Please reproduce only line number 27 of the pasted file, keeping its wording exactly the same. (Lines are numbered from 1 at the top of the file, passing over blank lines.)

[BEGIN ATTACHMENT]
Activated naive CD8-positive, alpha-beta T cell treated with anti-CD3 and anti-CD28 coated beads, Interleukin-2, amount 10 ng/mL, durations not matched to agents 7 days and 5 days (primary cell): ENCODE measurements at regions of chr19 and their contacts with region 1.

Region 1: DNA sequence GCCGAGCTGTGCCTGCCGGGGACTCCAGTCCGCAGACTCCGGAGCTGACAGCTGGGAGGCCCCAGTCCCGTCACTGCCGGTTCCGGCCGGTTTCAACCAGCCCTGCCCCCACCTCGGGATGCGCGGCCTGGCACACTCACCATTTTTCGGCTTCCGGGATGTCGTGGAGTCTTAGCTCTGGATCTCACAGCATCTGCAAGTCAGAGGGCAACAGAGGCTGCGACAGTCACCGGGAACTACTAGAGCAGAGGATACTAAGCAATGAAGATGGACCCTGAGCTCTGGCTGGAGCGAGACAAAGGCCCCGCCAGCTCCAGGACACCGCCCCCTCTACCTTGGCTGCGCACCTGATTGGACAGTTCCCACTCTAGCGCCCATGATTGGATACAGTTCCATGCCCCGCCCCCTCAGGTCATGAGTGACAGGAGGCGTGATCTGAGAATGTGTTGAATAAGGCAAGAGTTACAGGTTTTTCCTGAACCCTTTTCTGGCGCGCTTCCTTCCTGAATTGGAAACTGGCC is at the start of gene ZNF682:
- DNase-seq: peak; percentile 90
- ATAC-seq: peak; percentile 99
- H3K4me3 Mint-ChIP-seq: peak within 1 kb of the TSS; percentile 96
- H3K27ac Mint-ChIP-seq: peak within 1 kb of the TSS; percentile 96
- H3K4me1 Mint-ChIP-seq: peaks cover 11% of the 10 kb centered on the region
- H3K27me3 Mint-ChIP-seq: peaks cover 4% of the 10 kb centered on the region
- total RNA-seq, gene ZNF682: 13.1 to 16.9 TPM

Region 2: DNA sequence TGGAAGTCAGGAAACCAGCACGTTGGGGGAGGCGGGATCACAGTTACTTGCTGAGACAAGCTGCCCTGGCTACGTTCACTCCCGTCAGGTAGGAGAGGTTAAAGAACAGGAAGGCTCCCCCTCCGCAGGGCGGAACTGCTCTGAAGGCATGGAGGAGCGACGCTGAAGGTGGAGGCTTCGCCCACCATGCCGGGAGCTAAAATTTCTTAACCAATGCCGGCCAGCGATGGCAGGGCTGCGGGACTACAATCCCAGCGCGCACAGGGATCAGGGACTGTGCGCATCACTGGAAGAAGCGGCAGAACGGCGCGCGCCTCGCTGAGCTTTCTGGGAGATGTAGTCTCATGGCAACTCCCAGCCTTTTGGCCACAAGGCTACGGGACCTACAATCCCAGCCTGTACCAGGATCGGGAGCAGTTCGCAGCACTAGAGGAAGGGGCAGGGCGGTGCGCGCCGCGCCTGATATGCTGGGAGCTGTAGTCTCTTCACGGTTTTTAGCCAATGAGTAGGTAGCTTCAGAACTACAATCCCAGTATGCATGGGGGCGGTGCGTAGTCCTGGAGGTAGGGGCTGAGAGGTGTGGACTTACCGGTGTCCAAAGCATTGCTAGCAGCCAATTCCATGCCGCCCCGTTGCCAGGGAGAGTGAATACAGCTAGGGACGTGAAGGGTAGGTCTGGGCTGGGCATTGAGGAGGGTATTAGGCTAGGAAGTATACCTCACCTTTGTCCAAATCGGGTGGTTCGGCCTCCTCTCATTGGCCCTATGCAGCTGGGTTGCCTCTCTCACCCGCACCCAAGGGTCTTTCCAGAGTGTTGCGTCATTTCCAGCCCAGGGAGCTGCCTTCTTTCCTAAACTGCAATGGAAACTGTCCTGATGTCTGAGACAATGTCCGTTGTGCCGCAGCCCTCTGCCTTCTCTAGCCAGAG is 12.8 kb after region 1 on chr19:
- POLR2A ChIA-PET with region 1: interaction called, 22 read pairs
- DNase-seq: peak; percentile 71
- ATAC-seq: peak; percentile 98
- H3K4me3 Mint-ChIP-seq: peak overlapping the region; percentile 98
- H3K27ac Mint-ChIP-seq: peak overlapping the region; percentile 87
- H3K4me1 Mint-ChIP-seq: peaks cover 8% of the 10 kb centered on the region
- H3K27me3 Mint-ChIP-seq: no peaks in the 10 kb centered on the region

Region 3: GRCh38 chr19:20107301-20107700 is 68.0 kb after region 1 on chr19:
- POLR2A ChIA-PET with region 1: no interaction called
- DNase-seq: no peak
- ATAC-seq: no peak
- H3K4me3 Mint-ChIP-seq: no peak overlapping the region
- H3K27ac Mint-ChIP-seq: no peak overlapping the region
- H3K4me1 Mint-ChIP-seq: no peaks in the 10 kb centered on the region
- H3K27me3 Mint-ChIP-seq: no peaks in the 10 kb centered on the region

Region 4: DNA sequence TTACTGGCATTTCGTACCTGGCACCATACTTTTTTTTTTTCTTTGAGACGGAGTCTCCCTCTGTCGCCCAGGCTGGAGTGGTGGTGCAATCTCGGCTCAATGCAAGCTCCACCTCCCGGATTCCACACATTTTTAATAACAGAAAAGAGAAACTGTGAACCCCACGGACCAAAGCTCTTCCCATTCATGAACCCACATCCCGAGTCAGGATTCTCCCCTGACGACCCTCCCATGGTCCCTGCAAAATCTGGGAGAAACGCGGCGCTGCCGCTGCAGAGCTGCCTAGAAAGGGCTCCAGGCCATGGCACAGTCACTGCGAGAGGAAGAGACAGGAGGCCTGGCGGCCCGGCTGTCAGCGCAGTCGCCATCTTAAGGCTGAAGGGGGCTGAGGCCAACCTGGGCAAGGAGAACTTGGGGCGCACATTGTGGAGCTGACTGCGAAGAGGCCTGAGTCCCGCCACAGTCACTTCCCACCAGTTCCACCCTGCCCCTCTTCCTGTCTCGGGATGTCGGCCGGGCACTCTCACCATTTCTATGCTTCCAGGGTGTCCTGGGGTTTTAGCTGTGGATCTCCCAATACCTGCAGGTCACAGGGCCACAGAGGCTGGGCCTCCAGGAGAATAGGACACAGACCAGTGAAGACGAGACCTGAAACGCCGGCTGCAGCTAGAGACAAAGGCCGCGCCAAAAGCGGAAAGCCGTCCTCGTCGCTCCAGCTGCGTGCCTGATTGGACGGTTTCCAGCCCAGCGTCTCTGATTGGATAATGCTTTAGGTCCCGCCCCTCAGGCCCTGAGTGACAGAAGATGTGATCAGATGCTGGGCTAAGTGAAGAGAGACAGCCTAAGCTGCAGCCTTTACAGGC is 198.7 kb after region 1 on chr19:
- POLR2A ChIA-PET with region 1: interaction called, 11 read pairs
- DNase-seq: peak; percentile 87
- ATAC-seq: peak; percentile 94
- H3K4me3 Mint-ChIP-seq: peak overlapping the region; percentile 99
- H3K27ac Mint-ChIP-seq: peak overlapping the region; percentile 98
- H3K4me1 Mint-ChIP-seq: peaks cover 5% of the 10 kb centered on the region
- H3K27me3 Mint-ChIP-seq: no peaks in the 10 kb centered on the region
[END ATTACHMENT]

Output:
- POLR2A ChIA-PET with region 1: interaction called, 11 read pairs